MTR Corp begins breaking open platforms at rail station linked to Hong Kong construction scandal
- Experts, officials and police descend on Hung Hom station for work that is expected to take several months
- Safety fears surround move for part of city’s most expensive rail project, the HK$97.1 billion Sha Tin-Central link
Experts, officials and police officers arrived at Hung Hom station on Monday morning and began to break open two platforms as part of the investigation into allegations that workers had cut corners during the construction process.
The building work on Hong Kong’s most expensive rail project, the HK$97.1 billion (US$12.4 billion) Sha Tin-Central link, is the subject of a commission of inquiry and has been the focus of much speculation since the scandal broke in May.
Representatives from the MTR Corporation, the Highways Department and the Buildings Department went to the construction site at about 7am. A police source told the Post officers would collect information at the platforms and send the materials to a government laboratory to be examined.
“Police were called in to investigate a faulty work scandal and alleged fake inspection records earlier this year,” the source said. “It is important for us to get to the scene to collect relevant materials to proceed with the probe.
“As the main contractor [Leighton Construction (Asia)] was accused of instructing a subcontractor to cut corners, we need to see inside the platform in the presence of professionals. Police officers cannot just go and dig up the platform as we have no such technical knowledge.”
In all, officials plan to break open 80 separate sections of the platforms at the expanded station.
The government announced last Wednesday that it had accepted the rail operator’s revised “holistic assessment strategy” for assessing the structural integrity of the platform slabs and diaphragm walls.
Lawmaker and former railway boss Michael Tien Puk-sun said about 10 teams would start the work and smash open 24 fixed locations to begin with.
Each spot is expected to take a team about 10 days to complete, he added. He expected the whole process to take two to three months to finish.
“I relied much on the three experts appointed by the government. I hope the trio can monitor the work of around three to four teams each day,” Tien said on a radio show on Monday. “It is important that the teams dig at the correct locations.”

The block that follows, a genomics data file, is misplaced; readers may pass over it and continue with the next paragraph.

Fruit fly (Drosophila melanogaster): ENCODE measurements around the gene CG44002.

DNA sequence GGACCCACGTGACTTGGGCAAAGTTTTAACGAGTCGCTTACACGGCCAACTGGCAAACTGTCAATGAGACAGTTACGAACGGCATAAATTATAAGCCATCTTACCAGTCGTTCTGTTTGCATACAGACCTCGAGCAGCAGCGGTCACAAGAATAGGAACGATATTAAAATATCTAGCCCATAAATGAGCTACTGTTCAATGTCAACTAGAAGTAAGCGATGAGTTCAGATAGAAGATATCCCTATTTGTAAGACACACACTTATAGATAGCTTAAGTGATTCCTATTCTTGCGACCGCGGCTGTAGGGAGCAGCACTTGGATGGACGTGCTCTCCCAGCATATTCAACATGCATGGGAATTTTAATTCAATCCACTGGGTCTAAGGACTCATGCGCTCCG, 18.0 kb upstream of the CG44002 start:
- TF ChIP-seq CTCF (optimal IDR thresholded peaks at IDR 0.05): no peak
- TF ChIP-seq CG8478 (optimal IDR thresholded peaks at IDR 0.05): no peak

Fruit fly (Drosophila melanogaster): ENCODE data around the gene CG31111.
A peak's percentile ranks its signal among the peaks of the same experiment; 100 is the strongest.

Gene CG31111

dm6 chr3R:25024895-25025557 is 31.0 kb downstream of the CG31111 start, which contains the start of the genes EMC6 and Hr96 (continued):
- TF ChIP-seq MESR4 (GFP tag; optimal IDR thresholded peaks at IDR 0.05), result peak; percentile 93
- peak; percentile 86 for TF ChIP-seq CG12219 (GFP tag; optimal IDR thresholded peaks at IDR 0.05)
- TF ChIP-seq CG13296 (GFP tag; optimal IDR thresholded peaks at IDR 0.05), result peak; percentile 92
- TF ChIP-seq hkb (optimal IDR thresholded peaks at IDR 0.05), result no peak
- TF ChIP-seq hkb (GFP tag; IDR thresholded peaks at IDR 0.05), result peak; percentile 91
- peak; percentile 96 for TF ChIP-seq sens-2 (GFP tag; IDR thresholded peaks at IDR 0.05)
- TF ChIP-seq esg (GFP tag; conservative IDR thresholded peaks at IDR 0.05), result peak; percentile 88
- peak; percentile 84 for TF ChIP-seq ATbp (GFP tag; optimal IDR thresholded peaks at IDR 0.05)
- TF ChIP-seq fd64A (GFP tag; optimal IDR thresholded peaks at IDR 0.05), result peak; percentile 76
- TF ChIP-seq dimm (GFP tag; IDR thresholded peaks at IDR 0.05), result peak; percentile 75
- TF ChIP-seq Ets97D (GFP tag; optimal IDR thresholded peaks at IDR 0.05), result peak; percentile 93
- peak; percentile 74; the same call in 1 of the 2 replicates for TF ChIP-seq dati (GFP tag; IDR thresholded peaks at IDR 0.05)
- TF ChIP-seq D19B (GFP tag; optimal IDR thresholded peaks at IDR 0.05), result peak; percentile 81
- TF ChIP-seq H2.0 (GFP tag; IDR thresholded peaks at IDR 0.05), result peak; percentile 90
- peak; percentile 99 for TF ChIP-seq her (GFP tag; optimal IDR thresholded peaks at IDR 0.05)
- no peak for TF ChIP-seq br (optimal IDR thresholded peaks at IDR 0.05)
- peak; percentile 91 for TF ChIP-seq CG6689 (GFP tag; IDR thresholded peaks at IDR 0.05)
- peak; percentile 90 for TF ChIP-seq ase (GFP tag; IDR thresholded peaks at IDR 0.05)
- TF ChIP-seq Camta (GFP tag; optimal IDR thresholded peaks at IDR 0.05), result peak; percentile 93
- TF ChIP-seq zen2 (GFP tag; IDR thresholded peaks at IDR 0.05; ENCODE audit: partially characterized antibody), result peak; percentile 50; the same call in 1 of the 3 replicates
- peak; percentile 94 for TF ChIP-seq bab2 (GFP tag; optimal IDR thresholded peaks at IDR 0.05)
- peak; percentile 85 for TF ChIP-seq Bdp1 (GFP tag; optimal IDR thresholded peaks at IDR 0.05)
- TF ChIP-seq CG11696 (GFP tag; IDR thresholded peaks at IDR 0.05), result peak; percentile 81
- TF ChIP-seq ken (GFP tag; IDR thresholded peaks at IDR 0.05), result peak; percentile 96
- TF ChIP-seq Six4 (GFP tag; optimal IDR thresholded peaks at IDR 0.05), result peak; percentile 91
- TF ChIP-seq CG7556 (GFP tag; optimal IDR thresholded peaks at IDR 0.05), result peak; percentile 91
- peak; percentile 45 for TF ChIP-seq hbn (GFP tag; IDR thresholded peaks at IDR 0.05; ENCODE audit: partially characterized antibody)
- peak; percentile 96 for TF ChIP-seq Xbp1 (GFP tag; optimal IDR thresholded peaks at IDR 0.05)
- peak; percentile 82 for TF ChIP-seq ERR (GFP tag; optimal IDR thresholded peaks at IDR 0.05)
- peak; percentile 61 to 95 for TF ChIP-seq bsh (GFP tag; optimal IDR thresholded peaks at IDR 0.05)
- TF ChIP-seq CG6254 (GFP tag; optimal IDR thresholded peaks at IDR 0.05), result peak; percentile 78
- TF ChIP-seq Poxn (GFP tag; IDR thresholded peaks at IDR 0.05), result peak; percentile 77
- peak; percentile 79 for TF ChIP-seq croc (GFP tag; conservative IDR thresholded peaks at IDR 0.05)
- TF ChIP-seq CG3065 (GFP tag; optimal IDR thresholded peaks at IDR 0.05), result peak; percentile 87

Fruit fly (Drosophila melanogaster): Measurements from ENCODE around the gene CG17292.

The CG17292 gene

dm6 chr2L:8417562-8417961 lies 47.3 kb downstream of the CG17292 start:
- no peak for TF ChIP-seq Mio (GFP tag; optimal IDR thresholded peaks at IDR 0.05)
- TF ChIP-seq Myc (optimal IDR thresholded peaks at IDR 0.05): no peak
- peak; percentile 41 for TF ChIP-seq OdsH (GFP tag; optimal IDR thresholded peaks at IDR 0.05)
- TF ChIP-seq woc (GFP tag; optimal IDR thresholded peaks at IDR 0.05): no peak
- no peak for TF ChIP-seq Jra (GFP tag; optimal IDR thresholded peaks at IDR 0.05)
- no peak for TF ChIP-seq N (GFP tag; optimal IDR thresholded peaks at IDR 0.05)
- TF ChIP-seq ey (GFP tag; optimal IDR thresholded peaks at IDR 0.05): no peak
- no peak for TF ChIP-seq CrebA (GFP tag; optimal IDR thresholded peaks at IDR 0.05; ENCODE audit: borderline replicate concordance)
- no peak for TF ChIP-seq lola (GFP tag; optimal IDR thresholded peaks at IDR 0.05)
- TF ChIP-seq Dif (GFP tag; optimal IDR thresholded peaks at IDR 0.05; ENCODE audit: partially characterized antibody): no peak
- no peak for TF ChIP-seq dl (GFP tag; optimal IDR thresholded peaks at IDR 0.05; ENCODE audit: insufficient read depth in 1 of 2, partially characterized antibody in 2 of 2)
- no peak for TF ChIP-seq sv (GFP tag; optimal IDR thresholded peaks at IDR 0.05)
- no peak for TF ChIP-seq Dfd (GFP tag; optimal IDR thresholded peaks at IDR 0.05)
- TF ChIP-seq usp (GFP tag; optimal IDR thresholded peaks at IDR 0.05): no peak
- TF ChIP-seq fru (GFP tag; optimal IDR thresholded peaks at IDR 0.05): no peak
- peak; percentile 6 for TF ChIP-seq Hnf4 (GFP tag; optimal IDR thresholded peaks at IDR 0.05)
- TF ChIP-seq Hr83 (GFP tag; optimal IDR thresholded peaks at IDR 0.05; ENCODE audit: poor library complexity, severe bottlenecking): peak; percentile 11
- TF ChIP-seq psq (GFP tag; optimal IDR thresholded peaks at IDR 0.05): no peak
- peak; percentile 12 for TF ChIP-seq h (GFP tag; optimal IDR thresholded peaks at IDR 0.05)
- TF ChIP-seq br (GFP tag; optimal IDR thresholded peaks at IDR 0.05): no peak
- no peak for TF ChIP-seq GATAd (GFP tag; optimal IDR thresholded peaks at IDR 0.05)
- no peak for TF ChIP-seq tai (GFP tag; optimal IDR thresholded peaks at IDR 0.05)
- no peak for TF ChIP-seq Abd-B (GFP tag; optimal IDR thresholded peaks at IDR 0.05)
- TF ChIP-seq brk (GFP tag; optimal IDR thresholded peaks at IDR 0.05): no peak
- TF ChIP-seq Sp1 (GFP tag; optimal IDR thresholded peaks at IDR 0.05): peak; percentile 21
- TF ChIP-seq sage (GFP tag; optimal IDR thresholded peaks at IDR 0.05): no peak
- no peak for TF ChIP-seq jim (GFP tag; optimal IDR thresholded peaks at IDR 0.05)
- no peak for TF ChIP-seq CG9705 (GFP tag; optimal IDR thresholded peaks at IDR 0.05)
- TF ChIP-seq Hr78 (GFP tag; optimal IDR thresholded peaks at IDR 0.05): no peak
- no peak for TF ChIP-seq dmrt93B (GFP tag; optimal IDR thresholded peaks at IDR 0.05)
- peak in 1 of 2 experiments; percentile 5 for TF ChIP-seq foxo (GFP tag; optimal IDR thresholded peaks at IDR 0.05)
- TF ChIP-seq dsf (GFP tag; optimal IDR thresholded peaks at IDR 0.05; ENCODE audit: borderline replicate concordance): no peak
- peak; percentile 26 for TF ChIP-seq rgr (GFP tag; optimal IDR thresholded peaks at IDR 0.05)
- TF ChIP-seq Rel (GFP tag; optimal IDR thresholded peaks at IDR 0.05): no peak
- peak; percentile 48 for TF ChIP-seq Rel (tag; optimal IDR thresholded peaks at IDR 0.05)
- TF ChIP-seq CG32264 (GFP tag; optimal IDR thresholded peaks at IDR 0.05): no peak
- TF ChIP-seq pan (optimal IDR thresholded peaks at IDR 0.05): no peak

Tien said he was told that samples would be collected from not only the upper and lower slabs of the newly built platforms, but also from the middle, or the core, of the platforms.
The overhaul was prompted by a construction scandal that blew up in May, when the MTR Corp was hit by allegations that steel bars had been improperly installed in the platform, while the design of diaphragm walls had been changed without government approval.
The first part of a three-stage investigation has already been completed, with a review of design drawings that were amended and the work records consolidated during construction.
The second stage requires the breaking open of the two platforms in two parts, the first of which involves at least 24 sections along the east-west platform.
Investigators will check if the steel bars connecting the platform slab to the diaphragm walls at each section, measuring 250mm by 250mm, are consistent with the amended drawings from Leighton.
The next part involves cracking open another 56 sections on both platforms – 28 on each, all measuring 400mm by 500mm individually – to examine coupler connections. In total, that will expose a minimum of 168 bar-coupler connections for scrutiny.
In the third and final stage of the investigation, the MTR Corp will consolidate test results and other construction issues, and conduct a detailed structural analysis of the station works to decide if any action needs to be taken.